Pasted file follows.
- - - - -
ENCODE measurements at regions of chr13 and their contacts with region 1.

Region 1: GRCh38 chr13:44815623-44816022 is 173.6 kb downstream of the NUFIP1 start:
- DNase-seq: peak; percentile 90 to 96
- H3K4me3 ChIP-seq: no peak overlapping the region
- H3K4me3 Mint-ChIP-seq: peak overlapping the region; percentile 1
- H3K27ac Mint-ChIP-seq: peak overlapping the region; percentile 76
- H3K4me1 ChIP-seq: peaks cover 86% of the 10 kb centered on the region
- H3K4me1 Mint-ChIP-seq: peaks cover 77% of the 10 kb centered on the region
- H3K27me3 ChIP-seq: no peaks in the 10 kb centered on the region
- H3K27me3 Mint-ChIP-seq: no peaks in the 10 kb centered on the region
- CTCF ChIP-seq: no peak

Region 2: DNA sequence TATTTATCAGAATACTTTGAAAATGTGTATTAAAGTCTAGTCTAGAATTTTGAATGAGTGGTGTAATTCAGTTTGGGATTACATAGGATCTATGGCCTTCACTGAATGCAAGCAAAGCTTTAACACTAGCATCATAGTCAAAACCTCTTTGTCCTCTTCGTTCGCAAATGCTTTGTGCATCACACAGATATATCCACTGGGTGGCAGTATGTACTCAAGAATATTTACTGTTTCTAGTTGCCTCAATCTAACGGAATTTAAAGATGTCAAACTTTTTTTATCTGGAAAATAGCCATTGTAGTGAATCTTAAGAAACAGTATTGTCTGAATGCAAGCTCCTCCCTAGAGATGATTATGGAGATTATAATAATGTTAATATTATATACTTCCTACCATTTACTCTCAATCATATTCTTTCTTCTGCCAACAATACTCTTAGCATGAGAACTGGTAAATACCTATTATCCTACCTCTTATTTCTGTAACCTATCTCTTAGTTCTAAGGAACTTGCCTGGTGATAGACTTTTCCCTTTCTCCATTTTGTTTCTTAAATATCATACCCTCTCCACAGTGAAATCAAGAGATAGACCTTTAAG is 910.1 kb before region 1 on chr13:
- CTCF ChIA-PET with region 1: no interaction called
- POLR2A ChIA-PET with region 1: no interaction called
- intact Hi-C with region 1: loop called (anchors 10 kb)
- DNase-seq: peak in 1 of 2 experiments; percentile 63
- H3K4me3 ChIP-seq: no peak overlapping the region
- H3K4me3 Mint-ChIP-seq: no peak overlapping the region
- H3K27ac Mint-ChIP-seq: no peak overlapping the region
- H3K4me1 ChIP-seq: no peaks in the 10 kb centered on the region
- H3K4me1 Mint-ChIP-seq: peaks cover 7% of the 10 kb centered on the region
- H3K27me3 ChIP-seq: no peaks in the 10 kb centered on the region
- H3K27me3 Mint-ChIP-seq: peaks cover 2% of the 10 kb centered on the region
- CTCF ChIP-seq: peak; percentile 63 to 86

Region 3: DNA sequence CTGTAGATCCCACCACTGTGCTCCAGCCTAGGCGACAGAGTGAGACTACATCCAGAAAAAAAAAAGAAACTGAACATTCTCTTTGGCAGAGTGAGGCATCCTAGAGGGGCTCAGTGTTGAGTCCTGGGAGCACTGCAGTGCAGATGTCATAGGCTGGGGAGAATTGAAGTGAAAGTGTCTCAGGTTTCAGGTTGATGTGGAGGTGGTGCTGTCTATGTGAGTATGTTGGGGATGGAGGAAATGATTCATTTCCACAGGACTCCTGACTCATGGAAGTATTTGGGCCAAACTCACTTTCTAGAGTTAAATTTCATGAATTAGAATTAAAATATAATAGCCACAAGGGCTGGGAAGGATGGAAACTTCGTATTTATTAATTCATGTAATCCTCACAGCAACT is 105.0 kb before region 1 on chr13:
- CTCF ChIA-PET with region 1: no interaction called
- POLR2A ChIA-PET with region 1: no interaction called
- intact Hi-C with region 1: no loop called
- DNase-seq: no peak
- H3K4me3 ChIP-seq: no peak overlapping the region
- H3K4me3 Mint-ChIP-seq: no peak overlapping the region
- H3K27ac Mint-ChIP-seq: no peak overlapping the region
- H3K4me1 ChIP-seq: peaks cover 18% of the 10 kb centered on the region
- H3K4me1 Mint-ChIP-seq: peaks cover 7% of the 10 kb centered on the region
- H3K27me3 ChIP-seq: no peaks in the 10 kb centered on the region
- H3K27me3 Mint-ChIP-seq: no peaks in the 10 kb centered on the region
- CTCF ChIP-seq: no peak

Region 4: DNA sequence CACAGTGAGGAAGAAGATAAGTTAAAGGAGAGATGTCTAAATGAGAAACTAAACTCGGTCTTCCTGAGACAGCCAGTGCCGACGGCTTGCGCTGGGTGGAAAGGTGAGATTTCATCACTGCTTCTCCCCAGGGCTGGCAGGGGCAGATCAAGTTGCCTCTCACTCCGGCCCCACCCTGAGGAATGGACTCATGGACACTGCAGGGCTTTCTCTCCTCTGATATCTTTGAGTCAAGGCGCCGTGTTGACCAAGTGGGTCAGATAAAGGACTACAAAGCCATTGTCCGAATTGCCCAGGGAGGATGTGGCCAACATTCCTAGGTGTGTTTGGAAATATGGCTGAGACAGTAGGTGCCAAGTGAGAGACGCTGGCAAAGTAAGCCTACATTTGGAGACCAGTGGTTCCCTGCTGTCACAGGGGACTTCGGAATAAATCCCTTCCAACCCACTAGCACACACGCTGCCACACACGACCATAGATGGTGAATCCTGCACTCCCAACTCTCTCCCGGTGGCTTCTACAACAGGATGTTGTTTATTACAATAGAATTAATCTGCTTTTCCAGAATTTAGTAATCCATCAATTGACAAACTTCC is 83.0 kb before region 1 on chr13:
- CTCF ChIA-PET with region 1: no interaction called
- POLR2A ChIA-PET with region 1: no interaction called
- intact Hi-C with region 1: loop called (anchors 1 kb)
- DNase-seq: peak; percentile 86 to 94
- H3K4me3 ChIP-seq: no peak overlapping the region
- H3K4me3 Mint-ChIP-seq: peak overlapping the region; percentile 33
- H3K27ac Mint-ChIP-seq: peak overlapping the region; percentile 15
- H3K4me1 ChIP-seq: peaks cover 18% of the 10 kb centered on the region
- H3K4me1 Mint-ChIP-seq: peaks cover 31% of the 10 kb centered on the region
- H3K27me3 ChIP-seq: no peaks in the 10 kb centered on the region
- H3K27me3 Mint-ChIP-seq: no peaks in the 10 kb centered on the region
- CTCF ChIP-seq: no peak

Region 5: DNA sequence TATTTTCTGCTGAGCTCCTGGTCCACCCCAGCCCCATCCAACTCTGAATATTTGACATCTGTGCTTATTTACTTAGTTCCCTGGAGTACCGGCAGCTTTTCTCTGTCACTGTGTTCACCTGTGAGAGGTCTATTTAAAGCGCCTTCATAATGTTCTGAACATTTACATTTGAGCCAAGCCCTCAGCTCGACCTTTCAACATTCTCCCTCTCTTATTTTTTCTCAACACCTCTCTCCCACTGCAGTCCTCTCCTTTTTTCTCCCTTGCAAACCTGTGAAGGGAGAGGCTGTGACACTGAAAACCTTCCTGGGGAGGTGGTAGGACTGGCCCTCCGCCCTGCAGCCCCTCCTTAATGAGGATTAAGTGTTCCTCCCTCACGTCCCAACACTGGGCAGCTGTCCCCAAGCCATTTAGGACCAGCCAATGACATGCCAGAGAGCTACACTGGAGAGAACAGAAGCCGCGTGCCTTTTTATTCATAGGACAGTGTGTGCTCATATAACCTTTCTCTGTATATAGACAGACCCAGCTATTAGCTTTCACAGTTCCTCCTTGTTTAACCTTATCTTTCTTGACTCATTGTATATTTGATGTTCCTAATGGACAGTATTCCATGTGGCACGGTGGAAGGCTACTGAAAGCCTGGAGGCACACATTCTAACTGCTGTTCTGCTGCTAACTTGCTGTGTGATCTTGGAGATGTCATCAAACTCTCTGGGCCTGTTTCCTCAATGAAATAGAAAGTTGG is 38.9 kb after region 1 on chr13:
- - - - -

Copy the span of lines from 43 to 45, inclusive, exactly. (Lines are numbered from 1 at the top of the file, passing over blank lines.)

- H3K4me3 ChIP-seq: no peak overlapping the region
- H3K4me3 Mint-ChIP-seq: peak overlapping the region; percentile 33
- H3K27ac Mint-ChIP-seq: peak overlapping the region; percentile 15